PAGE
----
Prostate cancer treatment: symptoms to look out for and what are new detection tools given approval on NHS
The National Institute for Health and Care Excellence has approved four new biopsy devices which result in fewer cases of infection and sepsis
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There is no single, definitive test for prostate cancer and in some instances, the current tests used to confirm a diagnosis can carry a risk of infection.
The National Institute for Health and Care Excellence (Nice) has now given approval for four tests for NHS use which carry a lower risk of infection.
How is prostate cancer detected?
Men who are suspected of having prostate cancer are currently asked to provide a urine sample to check for infection, and a blood sample to test the level of a prostate-specific antigen (PSA) - this is known as PSA testing.
A GP may also carry out a digital rectal examination.
The results of all three of these tests will be considered, along with a person’s age, family history and ethnic group, to determine the risk of having prostate cancer.
Those who have a raised PSA level may be referred to hospital for an MRI scan of their prostate. If this shows a problem, patients will then be offered a biopsy to confirm the result.
There are two methods for performing biopsy, a transrectal ultrasound guided (TRUS) biopsy and a local anaesthetic transperineal (LATP) biopsy.
TRUS can be associated with serious infections which sometimes require hospital admission and antibiotics, according to Nice.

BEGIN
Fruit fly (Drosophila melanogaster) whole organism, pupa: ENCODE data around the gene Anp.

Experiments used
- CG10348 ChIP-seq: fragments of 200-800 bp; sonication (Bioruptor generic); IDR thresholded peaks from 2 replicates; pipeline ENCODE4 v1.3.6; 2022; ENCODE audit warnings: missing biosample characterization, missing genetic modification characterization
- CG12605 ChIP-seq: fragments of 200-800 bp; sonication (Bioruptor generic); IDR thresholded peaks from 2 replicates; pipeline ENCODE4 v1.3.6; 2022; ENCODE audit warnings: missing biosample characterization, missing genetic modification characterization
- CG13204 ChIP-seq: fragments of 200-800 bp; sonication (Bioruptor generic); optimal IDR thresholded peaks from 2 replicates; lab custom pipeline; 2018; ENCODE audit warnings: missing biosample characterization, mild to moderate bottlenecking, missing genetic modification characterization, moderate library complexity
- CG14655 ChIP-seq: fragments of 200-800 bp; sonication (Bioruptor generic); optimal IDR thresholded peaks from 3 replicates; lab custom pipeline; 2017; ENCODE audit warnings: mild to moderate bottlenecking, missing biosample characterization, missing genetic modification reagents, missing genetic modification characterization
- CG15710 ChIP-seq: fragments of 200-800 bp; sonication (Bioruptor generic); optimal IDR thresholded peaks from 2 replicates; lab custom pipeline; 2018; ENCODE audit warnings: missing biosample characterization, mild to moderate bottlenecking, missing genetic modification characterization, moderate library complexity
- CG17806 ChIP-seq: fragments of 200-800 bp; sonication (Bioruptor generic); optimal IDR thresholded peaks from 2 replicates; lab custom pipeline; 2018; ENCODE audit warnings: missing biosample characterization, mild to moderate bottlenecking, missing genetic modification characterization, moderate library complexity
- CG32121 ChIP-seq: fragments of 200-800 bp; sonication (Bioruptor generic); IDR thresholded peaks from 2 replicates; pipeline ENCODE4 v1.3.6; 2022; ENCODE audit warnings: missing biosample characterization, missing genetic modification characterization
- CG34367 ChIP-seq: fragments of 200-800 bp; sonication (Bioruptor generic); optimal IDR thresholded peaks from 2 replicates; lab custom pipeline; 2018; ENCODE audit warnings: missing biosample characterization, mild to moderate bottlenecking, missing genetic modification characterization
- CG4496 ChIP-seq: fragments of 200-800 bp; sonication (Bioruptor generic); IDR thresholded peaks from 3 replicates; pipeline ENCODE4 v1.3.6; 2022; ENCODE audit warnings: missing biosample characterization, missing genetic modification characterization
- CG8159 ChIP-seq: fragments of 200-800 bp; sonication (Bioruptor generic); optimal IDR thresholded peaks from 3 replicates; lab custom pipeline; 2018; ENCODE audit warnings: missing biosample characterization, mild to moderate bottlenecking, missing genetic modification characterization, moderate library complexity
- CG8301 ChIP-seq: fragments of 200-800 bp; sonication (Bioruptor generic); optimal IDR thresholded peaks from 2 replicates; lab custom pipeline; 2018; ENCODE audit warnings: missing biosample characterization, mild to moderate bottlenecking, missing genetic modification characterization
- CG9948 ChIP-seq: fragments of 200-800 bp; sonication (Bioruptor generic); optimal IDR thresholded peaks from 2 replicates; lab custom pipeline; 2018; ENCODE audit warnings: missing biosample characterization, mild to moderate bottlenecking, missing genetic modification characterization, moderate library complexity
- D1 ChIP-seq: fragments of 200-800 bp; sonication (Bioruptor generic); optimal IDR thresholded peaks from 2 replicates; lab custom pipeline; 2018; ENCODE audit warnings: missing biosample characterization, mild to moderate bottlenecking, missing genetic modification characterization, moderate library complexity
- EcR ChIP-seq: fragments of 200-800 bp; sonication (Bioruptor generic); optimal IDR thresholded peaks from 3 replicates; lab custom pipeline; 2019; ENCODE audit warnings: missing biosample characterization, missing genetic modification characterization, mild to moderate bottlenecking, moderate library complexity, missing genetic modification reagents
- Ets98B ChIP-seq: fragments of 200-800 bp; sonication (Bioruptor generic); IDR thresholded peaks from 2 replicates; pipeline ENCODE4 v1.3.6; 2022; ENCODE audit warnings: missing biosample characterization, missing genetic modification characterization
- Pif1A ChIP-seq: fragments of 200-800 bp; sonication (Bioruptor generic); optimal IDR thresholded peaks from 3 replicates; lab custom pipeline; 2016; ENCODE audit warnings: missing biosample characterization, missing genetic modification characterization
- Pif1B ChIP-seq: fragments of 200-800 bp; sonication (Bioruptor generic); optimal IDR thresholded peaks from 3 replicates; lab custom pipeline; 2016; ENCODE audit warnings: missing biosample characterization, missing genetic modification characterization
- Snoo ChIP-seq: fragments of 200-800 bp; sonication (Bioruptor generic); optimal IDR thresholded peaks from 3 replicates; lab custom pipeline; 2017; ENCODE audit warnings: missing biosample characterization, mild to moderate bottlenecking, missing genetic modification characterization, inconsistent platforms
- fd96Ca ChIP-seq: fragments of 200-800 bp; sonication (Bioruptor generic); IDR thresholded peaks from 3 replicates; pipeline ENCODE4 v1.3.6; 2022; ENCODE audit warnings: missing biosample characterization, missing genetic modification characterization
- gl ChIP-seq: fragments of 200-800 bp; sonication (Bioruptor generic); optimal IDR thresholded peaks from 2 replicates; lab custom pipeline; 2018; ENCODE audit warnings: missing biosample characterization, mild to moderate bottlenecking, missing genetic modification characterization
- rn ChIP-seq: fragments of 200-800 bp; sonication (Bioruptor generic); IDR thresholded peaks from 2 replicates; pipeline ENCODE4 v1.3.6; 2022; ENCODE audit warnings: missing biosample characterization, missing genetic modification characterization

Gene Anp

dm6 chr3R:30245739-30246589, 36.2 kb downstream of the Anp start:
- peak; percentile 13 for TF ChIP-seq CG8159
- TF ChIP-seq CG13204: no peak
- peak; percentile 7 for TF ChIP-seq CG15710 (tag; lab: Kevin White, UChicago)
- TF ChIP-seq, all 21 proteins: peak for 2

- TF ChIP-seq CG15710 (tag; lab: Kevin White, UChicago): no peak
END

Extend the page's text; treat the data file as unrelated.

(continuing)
What new tests have been approved for use?
Nice has approved four new LATP biopsy devices for use in the NHS in England as options for helping to diagnose prostate cancer.
The body said that the rates of detection of cancer do not differ between each type of biopsy and that the LATP is more cost effective for the NHS.
Dr Mark Kroese, chairman of the Nice diagnostics advisory committee, said: “People with suspected prostate cancer can now have a different option when it comes to having a biopsy.
“The committee heard from patient experts that there are concerns they are not getting clear and accurate information about having a biopsy, they are worried about an associated risk of infection, and the severity and duration of side effects.
“LATP using a freehand needle positioning device for taking a prostate biopsy should reduce unnecessary infections and therefore antibiotic use, benefiting both the patient and the NHS.”
Chiara De Biase, director of support and influencing at Prostate Cancer UK added: “LATP biopsies have been available on the NHS for several years and are a quick and cost-effective way of detecting prostate cancer.
“Most importantly, however, they result in fewer cases of infection and sepsis than more traditional TRUS biopsies, and ultimately cause less harm to men.”
What are the symptoms of prostate cancer?
Symptoms of prostate cancer do not usually appear until the cancer has grown large enough to put pressure on the tube that carries urine from the bladder out of the penis (urethra).
Commons symptoms to look for include:
- needing to pee more frequently, often during the night
- needing to rush to the toilet
- difficulty in starting to pee
- straining or taking a long time while peeing
- weak flow
- feeling that your bladder has not emptied fully
- blood in urine or blood in semen
These symptoms do not necessarily mean you have prostate cancer. Many men’s prostates get larger as they get older due to a non-cancerous condition called benign prostate enlargement.
Warning signs that the cancer may have spread include bone and back pain, loss of appetite, pain in the testicles and unintentional weight loss.
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